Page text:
Why Cost Cuts Fail to Last

The research on cost cutting programs shows that only
about 10% of such programs are still in place 3 years
later.

The biggest problems with getting cost cutting programs to
last are:
**Most programs don’t address the true drivers of costs.

**Managers lack the deep insight into their own operations
to create sustainable cost reduction programs.

**Many managers have a “knee jerk” reaction to tough times
and use draconian measures which fail to distinguish
between cuts that add value and cuts that destroy value.

HR CONTRARIAN POINTER: The above 3 problems with cost
cutting are part of a classic Systems Theory behavior
titled, “Fixes That Backfire.”

With “Fixes That Backfire,” the solution to the problem
tends to address the symptom rather than the underlying
problem.  Once the symptom is addressed, the situation is
resolved in the short-run, but comes back with more
devastating results in the long-run.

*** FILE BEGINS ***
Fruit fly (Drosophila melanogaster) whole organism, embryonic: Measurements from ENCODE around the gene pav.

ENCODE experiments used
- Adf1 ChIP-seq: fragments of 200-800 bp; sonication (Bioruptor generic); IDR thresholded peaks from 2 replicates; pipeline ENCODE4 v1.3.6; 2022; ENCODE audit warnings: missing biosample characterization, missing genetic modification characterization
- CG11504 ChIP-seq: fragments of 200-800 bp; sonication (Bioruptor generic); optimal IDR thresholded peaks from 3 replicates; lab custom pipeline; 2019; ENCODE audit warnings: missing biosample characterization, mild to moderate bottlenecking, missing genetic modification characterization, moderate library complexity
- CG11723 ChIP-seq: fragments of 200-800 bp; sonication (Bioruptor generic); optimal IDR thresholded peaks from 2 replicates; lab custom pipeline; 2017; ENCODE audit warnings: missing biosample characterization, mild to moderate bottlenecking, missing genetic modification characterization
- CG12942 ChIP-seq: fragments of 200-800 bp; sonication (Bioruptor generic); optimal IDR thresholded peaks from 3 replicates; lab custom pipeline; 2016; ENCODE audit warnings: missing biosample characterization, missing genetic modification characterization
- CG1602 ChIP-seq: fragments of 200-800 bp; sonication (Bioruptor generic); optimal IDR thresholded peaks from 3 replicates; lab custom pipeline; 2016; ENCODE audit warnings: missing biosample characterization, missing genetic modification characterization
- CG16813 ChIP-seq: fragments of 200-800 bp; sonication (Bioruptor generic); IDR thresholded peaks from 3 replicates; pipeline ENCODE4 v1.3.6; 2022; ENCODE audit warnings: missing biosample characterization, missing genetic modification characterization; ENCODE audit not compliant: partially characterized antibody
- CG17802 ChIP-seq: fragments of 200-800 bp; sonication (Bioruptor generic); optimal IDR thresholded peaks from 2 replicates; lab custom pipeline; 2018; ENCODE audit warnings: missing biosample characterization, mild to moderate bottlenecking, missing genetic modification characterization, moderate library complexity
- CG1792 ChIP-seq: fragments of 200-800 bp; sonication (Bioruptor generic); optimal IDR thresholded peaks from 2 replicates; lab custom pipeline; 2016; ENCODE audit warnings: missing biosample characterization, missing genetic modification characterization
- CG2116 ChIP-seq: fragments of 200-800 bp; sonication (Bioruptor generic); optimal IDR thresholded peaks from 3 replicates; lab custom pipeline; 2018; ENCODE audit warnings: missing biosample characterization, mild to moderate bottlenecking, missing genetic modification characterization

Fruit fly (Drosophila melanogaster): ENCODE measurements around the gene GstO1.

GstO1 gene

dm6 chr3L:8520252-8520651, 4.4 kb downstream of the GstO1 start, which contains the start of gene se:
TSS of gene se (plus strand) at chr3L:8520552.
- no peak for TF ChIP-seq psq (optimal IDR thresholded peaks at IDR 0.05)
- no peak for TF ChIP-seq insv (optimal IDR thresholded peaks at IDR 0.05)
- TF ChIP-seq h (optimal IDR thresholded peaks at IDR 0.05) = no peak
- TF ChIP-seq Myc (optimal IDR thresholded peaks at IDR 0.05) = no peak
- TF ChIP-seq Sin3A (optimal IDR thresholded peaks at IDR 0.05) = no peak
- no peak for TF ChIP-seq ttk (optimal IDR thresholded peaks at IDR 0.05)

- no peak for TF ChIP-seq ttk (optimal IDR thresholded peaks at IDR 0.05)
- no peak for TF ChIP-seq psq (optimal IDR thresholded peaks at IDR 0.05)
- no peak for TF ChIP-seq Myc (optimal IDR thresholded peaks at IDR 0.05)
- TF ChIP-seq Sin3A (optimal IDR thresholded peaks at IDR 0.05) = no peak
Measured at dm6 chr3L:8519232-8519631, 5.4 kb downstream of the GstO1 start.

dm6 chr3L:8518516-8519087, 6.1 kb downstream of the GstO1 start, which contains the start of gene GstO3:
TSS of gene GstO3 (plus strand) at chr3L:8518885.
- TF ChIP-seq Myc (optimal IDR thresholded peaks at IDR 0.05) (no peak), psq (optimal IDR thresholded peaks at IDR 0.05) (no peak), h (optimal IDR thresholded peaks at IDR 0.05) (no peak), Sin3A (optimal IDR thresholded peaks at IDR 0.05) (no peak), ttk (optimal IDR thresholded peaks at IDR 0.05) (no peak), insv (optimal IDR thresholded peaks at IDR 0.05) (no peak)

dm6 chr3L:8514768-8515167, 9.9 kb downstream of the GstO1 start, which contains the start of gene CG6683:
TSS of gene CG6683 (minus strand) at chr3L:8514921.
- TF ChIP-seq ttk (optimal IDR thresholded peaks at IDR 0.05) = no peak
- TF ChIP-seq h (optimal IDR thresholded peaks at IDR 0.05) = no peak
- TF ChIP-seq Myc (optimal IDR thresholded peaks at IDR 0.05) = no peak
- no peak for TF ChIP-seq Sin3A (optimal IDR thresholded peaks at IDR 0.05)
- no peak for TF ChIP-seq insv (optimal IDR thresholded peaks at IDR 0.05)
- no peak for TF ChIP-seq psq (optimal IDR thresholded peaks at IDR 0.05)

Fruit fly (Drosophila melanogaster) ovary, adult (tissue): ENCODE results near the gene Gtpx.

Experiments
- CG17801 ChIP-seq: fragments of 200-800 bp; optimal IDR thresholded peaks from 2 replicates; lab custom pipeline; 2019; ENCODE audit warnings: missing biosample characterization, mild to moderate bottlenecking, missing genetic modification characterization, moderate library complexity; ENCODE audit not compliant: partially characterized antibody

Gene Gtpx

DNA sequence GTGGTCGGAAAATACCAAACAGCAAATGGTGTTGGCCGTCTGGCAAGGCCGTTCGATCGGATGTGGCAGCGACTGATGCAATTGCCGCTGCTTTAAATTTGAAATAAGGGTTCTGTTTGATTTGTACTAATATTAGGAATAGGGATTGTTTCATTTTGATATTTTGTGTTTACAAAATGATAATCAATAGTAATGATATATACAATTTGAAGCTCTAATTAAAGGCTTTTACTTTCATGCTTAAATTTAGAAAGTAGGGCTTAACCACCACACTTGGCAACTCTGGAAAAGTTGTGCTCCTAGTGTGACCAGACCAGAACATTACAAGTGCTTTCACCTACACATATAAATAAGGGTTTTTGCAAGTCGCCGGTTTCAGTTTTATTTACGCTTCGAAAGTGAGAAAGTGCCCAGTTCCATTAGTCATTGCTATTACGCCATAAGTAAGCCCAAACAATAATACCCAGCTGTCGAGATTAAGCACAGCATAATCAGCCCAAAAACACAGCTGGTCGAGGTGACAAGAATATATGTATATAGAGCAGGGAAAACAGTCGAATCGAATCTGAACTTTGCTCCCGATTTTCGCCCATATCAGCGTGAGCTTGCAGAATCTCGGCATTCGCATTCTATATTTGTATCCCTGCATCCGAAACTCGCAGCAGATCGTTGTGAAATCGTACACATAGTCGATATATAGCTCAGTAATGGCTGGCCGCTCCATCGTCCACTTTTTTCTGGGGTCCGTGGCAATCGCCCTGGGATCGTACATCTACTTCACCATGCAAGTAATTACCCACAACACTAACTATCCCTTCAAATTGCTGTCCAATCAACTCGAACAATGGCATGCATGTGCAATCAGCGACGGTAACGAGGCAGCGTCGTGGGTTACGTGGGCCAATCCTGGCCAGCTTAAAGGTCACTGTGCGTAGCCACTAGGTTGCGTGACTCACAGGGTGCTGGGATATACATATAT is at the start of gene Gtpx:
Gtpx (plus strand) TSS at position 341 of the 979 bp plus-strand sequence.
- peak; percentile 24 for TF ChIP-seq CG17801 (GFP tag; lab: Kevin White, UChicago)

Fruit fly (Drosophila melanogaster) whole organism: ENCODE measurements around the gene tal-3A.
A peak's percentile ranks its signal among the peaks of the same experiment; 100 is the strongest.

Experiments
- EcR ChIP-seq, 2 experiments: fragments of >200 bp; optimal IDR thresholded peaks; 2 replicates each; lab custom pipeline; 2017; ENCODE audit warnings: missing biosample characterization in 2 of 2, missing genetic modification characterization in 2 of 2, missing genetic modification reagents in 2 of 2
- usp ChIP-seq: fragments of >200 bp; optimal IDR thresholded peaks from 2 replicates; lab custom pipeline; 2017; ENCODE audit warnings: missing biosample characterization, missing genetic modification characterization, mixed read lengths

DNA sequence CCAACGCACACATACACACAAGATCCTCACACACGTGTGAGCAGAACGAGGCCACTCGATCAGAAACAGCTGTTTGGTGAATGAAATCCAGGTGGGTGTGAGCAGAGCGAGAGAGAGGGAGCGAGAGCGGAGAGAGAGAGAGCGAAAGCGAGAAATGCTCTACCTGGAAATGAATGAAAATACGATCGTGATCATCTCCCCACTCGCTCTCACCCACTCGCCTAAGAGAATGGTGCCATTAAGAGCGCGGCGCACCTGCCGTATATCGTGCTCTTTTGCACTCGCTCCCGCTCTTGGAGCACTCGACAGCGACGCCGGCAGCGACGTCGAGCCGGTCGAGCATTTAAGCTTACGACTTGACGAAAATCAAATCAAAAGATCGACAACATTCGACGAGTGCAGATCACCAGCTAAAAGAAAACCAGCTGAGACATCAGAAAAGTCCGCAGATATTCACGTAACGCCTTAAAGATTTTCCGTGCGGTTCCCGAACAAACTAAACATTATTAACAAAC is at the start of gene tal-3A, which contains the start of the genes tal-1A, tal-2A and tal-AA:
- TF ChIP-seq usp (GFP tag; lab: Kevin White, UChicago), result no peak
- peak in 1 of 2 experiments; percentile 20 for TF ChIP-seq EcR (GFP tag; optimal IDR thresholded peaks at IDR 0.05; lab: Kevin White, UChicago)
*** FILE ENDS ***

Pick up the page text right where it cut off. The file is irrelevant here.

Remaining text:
Downsizing to Improve Profits is a typical “Fix That
Backfires” as reflected in the following sequence:
1. Symptom/Problem: High costs that lower profits.

2. The Fix: Lay off staff.

3. Result: Profits immediately improve.

4. New Problem: Fewer staff means a larger workload for
others.  As workload increases, quality problems occur,
costs increase due to rework, and fewer sales from
customers, both of which reduce profits.

5. The Fix: More layoffs since it seemed to work the first
time.

Without ever addressing the root causes of the cost/profit
imbalance, the company will eventually solve the poor
quality and declining sales problems by adding back
multiple costs relative to labor, sales, advertising, etc. 

With thinking such as this, is there any wonder as to why
90% of cost cutting programs fail?

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